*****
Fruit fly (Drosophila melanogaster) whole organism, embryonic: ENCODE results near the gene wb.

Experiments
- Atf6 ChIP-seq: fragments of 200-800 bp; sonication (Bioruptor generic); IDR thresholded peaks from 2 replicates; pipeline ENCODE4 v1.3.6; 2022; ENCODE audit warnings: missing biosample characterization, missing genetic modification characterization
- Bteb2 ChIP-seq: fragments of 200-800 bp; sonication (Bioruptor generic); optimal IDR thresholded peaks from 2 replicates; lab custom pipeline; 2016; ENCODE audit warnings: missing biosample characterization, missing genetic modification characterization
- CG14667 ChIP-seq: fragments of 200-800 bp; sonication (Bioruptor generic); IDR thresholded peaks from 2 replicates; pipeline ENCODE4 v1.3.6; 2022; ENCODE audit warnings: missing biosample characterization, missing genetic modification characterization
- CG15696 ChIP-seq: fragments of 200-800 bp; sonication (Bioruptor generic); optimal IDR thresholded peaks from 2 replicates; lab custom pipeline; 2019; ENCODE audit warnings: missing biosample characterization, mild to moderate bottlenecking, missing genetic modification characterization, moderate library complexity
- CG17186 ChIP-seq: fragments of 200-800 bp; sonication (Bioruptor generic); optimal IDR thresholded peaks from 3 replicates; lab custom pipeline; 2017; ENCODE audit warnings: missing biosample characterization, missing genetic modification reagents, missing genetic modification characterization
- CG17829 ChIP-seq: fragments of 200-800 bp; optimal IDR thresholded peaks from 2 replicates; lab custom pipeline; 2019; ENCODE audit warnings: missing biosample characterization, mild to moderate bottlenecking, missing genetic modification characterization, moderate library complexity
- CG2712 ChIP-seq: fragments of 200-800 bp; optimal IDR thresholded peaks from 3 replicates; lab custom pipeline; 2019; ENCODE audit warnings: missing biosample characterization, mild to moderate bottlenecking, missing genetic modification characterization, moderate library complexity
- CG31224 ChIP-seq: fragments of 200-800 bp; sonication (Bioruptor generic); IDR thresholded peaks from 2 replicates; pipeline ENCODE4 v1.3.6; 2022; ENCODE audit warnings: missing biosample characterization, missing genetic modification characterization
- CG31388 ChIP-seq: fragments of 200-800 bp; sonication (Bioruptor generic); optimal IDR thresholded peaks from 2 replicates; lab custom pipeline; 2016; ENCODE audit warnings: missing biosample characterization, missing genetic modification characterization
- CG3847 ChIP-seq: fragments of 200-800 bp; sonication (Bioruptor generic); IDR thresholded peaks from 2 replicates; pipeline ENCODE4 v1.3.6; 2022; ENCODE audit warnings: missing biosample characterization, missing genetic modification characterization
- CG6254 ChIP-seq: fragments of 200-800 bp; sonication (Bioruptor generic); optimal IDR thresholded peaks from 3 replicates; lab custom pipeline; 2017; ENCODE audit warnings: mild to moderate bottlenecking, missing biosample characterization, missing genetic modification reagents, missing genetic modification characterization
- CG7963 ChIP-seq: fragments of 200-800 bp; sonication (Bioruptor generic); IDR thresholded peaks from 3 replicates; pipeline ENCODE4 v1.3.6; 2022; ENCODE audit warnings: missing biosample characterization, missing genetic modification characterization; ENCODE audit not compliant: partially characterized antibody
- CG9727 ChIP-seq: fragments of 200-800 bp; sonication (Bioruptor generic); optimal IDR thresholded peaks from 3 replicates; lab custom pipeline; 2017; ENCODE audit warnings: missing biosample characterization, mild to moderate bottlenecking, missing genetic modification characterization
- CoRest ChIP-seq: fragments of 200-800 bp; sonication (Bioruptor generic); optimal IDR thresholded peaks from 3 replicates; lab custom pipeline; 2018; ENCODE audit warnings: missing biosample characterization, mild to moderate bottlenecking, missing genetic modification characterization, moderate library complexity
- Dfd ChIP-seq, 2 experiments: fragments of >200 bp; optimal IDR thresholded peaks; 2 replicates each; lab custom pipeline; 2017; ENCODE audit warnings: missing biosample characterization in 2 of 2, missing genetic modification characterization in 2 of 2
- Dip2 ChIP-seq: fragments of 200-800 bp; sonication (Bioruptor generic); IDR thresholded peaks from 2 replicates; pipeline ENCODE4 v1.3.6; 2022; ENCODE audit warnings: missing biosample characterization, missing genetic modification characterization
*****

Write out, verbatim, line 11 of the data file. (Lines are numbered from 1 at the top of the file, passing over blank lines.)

- CG31388 ChIP-seq: fragments of 200-800 bp; sonication (Bioruptor generic); optimal IDR thresholded peaks from 2 replicates; lab custom pipeline; 2016; ENCODE audit warnings: missing biosample characterization, missing genetic modification characterization